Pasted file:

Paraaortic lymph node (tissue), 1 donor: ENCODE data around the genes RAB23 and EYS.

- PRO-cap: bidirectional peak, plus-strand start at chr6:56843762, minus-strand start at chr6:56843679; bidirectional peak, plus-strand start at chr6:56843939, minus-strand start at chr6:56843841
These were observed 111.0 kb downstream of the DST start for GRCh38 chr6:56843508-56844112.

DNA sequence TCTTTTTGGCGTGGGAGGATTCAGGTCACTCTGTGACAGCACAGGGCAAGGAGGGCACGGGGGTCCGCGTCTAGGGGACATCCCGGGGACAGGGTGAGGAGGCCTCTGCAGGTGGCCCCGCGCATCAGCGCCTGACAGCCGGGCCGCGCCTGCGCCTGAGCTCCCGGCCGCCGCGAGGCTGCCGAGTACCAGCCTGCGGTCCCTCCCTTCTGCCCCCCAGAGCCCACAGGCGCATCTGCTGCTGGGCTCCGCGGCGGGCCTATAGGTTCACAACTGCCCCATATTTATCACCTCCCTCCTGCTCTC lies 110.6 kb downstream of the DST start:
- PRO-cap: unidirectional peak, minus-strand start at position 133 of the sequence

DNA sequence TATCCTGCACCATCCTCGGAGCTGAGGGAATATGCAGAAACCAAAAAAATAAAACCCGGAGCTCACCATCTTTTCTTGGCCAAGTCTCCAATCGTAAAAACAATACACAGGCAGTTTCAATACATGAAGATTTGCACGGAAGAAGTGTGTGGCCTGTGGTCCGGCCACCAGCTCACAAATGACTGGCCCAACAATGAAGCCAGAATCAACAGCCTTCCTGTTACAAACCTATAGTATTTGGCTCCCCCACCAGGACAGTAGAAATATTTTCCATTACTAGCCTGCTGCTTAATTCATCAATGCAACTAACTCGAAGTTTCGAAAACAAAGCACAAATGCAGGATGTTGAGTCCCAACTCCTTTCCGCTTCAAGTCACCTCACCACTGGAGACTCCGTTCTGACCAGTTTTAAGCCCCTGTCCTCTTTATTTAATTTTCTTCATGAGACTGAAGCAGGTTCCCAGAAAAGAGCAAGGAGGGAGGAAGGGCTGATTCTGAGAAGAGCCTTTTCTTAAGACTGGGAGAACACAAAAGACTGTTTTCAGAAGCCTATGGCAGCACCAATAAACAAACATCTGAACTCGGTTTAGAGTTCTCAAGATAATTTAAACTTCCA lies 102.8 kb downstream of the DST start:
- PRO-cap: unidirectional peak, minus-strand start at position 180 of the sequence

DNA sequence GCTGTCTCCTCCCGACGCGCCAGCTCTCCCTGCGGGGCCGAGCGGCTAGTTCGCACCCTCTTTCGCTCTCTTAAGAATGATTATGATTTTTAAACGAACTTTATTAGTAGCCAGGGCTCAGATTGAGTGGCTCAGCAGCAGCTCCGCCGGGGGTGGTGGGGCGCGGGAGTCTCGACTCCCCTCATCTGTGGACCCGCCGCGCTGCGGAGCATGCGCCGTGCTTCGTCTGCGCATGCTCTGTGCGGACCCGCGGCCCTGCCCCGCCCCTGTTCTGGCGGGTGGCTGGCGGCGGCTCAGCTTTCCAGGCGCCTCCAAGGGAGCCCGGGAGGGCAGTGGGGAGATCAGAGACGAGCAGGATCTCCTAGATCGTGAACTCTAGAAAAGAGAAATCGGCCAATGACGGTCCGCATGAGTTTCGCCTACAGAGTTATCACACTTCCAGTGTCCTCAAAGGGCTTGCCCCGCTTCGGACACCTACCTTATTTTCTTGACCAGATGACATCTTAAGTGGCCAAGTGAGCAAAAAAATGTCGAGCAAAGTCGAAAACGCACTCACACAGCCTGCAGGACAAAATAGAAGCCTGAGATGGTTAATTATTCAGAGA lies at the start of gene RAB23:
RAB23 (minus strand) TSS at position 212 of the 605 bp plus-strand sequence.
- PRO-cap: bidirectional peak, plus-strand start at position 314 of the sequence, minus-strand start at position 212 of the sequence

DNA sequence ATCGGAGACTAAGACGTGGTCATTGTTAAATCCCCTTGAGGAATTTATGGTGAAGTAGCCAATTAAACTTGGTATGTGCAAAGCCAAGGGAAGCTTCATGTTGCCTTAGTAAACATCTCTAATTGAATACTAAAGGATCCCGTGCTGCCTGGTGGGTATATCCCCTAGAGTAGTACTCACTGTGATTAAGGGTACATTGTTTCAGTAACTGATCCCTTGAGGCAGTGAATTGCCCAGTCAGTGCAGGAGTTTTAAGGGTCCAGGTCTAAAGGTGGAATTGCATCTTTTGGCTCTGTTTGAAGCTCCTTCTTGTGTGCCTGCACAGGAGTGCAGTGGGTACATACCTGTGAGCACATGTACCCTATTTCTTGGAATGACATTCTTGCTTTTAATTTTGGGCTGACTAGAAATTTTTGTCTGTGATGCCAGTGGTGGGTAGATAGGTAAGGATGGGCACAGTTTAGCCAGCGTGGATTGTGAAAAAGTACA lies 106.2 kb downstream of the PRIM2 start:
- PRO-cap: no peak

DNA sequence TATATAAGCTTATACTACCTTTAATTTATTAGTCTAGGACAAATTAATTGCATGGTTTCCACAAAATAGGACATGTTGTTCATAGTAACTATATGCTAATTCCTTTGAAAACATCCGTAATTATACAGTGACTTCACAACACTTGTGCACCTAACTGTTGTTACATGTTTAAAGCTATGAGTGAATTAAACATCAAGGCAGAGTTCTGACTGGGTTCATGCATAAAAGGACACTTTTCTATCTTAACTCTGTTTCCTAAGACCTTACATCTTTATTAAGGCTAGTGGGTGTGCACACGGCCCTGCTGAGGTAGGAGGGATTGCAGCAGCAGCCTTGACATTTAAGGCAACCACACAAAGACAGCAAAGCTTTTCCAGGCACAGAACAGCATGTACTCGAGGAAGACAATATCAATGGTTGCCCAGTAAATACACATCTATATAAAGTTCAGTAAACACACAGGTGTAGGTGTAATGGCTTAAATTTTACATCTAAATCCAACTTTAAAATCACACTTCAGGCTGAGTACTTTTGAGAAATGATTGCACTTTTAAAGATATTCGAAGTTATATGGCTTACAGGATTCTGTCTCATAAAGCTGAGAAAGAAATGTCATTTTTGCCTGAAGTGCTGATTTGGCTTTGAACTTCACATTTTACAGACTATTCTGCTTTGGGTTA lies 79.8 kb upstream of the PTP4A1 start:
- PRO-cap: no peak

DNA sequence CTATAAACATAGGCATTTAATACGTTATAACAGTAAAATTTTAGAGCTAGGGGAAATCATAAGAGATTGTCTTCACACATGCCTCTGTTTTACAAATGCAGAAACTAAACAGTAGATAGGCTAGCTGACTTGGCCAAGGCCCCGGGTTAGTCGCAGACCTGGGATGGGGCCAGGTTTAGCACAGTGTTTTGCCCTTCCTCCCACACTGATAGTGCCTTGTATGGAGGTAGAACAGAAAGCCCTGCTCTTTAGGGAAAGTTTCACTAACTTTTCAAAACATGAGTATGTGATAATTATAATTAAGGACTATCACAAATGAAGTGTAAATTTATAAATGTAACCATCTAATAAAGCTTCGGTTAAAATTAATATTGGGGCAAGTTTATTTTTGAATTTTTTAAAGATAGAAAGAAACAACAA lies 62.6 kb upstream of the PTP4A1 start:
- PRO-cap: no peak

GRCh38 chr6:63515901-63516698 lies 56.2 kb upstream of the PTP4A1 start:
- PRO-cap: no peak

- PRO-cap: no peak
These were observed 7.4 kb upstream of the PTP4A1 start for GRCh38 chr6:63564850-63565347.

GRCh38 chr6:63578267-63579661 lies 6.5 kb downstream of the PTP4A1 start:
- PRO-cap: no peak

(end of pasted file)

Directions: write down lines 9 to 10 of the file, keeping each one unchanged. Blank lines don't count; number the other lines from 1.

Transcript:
RAB23 (minus strand) TSS at position 212 of the 605 bp plus-strand sequence.
- PRO-cap: bidirectional peak, plus-strand start at position 314 of the sequence, minus-strand start at position 212 of the sequence